As a recognised leader in the cannabis tissue culture industry, Segra has studied these issues and developed unique proprietary protocols. These fall into three of the main technological categories of plant tissue culture: organ culture, meristem culture, and organogenesis. At the forefront of our protocols is pathogen identification and DNA fingerprinting using Variable Nucleotide Tandem Repeat (VNTR) technology. It’s an essential step in determining the correct cultivar ID and the proper plant tissue culture techniques to use on certain plant material, depending on the existing pathogen load. For instance, some pathogens can be removed using techniques that fall under the organ culture category. These techniques include a process called shoot-tip tissue culture, where anti-viral and sterilization agents are applied to multiple growth nodes of a cannabis plant to remove existent pathogens. Shoot-tip tissue culture, when performed properly, is often a fast and efficient way to clean and initiate plant material in tissue culture.
For pathogens that cannot be removed using shoot-tip culture techniques, Segra employees meristem culture. This method isolates meristematic cells not yet vascularized within the plant and initiates them in the appropriate growth media. Meristematic plant tissue culture is the gold standard for effectively removing pathogens and producing clean plantlets with augmented production performance; however, this method can take significantly longer than shoot-tip plant tissue culture techniques to return a clean plantlet to a receiving cultivator ranging from 4-8 months for shoot-tip plant tissue culture and 8-12 months for meristem culture. Segra uses this method for every cultivar in its genetic library and the process is generally performed simultaneously with shoot-tip culture depending on initial pathogenic load and our client’s operational timeline for clean plantlet provisioning.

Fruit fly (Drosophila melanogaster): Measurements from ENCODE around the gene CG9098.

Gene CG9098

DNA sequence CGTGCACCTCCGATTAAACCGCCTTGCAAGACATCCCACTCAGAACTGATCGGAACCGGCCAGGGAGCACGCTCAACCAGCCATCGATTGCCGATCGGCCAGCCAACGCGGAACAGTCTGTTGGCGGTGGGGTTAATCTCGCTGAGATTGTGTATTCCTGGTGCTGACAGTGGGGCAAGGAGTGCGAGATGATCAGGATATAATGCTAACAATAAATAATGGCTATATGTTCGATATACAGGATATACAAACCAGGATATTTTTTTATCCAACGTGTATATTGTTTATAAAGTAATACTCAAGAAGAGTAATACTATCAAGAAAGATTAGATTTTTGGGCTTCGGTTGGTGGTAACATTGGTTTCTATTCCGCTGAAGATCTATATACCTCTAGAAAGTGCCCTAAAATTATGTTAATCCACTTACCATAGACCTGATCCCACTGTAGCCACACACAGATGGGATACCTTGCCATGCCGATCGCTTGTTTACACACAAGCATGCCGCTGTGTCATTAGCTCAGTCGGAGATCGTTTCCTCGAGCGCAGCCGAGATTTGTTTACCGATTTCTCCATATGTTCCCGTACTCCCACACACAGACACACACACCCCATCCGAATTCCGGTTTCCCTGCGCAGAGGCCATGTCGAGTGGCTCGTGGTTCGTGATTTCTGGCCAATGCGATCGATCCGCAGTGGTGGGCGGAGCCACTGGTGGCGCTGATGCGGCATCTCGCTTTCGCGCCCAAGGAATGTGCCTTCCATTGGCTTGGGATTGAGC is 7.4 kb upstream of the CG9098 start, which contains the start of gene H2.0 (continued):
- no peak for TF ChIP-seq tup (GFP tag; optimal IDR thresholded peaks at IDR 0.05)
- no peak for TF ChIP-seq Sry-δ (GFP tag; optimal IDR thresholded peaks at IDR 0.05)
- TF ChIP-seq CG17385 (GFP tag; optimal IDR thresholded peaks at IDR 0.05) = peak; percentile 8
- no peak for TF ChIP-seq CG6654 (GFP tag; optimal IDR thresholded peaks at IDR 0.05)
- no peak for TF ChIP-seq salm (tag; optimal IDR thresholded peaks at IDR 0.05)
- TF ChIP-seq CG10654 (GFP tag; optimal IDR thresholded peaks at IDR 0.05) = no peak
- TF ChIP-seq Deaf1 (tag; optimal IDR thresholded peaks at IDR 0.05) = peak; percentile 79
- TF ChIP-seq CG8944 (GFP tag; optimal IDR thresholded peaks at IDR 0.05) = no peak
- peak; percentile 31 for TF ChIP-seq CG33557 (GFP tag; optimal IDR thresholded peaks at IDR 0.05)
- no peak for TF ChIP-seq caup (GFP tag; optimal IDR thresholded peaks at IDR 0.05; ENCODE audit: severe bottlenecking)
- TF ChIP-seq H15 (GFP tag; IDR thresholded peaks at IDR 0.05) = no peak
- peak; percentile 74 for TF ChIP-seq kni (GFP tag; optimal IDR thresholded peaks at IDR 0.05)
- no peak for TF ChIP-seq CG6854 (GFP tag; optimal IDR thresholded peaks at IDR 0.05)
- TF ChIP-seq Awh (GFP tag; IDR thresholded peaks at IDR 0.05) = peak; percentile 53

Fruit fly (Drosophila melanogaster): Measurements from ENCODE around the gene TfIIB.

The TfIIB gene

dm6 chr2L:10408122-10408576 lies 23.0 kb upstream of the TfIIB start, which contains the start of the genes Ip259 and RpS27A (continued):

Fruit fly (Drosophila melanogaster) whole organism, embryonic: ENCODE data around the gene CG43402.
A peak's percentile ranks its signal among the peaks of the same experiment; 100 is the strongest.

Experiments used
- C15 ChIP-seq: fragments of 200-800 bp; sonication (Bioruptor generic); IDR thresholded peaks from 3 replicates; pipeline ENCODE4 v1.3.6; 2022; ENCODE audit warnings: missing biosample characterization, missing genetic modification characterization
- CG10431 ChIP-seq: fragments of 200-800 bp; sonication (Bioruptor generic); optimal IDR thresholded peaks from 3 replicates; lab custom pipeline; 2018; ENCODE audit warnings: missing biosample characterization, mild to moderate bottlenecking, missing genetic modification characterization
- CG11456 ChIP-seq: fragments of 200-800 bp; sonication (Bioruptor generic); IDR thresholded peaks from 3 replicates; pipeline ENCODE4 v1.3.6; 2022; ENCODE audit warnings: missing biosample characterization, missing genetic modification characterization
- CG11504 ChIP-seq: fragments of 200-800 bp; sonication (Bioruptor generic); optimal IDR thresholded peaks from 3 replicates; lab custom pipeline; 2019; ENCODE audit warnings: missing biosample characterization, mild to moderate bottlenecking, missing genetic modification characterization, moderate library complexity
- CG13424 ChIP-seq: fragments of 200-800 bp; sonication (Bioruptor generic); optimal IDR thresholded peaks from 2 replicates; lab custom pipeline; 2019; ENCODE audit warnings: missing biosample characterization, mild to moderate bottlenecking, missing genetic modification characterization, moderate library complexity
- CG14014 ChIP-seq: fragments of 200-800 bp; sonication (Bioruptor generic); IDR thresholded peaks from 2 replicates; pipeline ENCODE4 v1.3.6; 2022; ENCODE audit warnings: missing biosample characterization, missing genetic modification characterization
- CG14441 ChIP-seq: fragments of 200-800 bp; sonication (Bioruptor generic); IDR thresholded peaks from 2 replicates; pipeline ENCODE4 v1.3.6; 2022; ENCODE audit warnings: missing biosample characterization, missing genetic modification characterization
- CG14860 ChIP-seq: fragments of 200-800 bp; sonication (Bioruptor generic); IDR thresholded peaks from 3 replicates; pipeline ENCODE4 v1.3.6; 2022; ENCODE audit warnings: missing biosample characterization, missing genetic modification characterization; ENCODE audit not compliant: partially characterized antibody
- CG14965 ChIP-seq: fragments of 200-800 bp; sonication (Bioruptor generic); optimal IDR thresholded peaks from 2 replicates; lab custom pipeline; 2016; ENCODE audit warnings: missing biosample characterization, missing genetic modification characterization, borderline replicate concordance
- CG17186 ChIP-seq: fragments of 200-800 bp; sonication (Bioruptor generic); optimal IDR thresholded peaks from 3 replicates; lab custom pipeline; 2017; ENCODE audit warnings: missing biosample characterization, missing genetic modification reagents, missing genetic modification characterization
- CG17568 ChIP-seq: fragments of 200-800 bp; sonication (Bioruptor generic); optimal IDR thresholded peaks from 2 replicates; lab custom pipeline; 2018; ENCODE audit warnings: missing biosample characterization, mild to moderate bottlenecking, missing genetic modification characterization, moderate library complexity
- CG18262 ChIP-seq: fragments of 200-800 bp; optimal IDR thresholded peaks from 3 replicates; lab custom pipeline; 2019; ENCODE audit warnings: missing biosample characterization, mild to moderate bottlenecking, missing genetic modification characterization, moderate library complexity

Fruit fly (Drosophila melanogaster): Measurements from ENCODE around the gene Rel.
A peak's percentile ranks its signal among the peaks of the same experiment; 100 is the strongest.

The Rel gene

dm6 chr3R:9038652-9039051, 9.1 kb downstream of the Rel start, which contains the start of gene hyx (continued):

Following the successful removal of pathogens, Segra then applies organogenesis techniques to rapidly multiply the clean population and return scaled plant tissue culture plantlets. Organogenesis is the practice of taking in vitro nodal cuttings from existing shoots within a cultivar population and multiplying them to larger inventories. Throughout all of these plant tissue culture processes, Segra uses the VNTR technology to test and monitor for any DNA mutations and soma-clonal variations that may occur during in vitro shootlet multiplication. DNA fingerprints for each individual cultivar are cross-referenced with the initial cultivar fingerprint to confirm that all plantlets shipped are true-to-type. This fingerprinting technology also helps identify the potential occurrence of soma-clonal variation, and can bolster track-and-trace technology.
By implementing plant tissue culture technology that removes pathogens, prolongs storage capabilities, and augments plant performance, the industry will see a trend of improved finished product quality that will drive consumer demand in a positive direction. As plant tissue culture proves essential in the mass cultivation of cannabis, we can expect efficiencies to improve across the industry. Plant tissue culture service providers are emerging every day in new markets around the world, allowing the supply chain to mature in a manner that reflects what commercial agricultural companies of other established crops have done for decades. Cultivars are mass produced at a plant tissue culture laboratory, plantlets of those cultivars are sent to nurseries for hardening and initial vegetative growth, the matured plants are then sent to cultivators for final stages of growth and harvesting. This allows each member of the supply chain to hone their operational performance by allowing them to focus on what they do best. Whether you’re a nursery, a cultivator, or a consumer – if you start with clean and healthy inputs you can expect the highest of quality outputs.